As workers with 'invisible disabilities' struggle over whether to reveal their conditions to their employers, some companies seek to promote a culture of understanding. By Todd Henneman
She has fragile skin. Bruises and scars, hidden by clothing, cover her legs. And she suffers from chronic joint pain. “To meet me, you’d have no idea that I have any physical challenge,” says the Ernst & Young human resources coordinator who suffers from a connective tissue disorder. “The truth is that every day I am in pain—every day—and I just live through it.”
She is one of the scores of Americans with “invisible disabilities,” chronic health conditions that are not immediately obvious, such as diabetes and cancer, sensory impairments such as reduced vision, mental illness such as bipolar disorder and depression, and learning disabilities. The accounting and consulting firm asked that her name not be used to avoid discrimination by insurance companies or others. Those concerns underscore the challenges that employees with non-visible disabilities face when balancing privacy with disclosure.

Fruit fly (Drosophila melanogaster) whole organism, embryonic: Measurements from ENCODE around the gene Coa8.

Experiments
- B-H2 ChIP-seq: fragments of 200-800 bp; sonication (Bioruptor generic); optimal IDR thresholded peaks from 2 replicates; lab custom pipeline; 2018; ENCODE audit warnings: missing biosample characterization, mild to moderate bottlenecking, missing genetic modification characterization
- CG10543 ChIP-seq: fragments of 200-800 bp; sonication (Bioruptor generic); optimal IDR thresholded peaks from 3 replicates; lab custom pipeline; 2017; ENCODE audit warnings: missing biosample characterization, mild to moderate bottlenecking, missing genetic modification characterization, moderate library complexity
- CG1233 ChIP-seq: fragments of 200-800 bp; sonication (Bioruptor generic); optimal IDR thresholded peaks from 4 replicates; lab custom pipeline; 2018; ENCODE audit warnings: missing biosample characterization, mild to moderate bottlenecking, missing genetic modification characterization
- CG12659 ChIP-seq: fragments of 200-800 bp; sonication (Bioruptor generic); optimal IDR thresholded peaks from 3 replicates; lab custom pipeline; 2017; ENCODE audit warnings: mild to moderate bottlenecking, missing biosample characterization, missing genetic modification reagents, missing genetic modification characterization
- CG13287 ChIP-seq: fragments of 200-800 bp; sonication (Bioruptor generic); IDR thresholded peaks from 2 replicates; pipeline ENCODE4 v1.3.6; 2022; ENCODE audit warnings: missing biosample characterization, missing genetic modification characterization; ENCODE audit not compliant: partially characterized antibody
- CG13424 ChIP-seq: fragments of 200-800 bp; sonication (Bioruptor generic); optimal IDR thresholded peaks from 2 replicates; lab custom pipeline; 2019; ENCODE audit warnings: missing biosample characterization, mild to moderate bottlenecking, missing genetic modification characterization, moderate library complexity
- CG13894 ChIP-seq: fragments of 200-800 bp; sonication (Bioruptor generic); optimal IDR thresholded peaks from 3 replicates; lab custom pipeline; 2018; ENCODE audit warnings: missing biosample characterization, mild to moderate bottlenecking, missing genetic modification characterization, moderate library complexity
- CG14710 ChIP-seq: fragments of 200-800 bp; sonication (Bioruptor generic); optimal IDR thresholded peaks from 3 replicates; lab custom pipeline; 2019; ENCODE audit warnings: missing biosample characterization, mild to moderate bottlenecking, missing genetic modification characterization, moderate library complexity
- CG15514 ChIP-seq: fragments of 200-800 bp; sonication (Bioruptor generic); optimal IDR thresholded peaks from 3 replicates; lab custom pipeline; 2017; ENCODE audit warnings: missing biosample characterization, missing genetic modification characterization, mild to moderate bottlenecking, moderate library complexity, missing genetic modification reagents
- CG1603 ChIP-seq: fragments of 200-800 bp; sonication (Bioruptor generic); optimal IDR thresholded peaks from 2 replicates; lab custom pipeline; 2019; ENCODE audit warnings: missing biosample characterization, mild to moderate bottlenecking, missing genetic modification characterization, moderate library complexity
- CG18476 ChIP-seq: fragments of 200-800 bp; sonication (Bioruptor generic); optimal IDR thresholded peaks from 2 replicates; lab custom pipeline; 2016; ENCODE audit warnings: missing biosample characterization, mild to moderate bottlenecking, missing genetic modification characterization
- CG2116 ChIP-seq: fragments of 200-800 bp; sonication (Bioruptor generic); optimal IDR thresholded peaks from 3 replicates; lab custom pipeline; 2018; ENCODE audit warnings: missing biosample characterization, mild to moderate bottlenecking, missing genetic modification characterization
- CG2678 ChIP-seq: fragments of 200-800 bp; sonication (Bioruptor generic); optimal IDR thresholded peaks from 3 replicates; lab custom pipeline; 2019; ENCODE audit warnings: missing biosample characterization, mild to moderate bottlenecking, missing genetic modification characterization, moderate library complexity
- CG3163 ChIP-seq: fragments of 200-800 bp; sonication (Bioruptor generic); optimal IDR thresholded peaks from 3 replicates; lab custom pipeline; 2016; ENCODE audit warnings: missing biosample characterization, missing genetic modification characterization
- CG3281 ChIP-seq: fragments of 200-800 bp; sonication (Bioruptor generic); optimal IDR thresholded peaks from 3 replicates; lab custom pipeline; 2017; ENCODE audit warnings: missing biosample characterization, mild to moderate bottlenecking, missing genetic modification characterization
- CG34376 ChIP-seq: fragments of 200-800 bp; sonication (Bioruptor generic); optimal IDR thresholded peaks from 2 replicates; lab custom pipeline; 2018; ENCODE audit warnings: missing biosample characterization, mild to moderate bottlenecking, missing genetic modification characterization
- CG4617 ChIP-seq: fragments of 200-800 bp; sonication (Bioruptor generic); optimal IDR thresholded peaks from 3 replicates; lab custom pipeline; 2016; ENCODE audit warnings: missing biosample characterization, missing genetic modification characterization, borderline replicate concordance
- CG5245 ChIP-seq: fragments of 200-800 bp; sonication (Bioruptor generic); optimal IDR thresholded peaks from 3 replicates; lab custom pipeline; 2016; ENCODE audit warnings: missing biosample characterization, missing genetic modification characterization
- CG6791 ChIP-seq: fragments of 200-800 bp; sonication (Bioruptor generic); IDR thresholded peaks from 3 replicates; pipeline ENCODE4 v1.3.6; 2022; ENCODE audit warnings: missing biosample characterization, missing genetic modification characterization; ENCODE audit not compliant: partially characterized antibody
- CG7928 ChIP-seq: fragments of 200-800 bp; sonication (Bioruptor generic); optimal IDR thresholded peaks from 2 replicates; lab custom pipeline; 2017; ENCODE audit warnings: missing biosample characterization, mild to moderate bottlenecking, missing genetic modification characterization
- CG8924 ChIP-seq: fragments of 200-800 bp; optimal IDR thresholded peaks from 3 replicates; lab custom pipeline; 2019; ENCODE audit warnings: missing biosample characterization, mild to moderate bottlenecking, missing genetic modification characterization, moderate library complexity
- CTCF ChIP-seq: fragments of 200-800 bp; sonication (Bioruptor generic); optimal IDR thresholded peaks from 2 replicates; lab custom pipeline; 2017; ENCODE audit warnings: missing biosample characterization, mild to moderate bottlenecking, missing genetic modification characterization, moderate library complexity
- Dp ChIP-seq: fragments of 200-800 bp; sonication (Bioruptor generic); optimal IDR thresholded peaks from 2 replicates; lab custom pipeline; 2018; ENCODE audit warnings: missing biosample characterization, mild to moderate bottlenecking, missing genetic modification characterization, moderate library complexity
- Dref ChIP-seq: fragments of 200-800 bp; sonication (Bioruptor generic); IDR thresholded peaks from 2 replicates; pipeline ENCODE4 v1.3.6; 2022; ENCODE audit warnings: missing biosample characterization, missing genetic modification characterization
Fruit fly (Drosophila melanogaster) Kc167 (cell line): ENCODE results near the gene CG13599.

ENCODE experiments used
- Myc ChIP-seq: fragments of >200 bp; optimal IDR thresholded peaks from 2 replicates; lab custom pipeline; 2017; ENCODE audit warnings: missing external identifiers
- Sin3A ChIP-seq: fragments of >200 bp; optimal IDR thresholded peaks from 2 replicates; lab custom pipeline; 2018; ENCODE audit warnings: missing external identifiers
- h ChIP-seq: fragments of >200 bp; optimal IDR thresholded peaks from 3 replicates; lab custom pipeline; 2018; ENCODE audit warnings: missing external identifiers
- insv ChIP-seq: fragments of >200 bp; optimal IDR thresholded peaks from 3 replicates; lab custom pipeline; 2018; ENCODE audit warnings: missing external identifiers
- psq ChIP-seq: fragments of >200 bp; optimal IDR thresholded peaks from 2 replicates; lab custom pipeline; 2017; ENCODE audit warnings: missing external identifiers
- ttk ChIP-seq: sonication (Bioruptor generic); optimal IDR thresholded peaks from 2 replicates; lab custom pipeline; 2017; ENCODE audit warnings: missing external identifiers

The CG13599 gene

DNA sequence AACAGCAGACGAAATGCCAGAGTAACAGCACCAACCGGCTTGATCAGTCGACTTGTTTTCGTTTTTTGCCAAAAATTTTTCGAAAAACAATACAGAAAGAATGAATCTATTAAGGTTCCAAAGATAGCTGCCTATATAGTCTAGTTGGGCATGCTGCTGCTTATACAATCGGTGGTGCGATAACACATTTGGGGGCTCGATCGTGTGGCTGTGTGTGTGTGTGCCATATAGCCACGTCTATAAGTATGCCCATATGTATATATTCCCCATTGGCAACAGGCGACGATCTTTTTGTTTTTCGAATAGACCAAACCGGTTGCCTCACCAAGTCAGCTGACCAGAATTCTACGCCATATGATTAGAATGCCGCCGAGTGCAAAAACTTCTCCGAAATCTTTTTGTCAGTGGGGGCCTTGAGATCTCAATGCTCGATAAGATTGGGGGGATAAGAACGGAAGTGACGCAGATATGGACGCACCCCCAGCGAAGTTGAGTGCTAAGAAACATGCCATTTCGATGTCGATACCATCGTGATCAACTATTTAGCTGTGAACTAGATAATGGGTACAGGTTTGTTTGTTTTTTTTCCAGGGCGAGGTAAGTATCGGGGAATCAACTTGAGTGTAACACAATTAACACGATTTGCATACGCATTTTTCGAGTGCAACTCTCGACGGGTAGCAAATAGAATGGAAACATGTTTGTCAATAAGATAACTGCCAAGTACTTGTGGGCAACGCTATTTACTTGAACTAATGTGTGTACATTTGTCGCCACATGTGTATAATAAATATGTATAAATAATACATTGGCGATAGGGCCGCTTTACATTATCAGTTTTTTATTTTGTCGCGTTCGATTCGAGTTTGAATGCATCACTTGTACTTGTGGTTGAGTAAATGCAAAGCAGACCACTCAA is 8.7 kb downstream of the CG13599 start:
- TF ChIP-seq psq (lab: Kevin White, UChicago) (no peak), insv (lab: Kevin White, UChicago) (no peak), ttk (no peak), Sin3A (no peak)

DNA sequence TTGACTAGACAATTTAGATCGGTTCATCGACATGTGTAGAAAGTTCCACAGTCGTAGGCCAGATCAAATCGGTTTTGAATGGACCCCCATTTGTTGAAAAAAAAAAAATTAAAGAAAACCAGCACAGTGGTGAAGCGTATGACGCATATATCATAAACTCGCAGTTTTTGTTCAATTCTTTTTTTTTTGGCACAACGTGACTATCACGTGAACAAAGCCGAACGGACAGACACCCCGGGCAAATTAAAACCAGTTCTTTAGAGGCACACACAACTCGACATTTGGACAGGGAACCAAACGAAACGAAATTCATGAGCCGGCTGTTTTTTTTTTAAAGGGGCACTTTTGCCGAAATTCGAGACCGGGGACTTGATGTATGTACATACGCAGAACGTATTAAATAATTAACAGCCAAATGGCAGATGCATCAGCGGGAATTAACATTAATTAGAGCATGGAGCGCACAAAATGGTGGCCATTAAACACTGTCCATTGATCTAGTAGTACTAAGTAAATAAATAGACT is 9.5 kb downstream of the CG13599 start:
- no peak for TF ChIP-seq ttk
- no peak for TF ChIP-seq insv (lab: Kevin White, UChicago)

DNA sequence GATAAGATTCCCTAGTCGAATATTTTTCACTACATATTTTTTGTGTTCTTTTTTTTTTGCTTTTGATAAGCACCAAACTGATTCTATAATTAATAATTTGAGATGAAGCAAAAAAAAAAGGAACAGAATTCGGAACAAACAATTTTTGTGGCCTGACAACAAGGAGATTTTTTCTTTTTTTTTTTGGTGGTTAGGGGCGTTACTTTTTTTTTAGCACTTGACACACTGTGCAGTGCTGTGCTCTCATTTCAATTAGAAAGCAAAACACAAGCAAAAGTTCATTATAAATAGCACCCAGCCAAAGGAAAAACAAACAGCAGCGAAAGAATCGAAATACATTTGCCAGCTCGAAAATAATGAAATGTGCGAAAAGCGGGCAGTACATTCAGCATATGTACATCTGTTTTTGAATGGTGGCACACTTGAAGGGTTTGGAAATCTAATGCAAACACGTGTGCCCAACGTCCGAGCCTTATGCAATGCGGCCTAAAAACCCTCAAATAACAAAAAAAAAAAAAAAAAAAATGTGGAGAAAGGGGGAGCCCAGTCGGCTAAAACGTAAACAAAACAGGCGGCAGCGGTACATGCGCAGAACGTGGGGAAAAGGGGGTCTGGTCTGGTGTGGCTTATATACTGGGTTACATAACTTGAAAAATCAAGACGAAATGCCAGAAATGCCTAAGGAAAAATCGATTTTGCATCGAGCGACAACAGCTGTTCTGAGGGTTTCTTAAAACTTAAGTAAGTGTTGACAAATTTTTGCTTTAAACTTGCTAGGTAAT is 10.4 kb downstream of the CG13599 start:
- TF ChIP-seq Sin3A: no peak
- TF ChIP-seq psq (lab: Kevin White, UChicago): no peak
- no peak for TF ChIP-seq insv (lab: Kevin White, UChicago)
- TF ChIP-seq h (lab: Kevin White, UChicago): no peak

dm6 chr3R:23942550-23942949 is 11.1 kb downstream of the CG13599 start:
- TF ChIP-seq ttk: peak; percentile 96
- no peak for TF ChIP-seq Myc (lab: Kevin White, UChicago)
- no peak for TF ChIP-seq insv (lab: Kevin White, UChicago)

Full Story: http://www.workforce.com/section/legal/feature/disability-disclosure-vs-privacy/index.html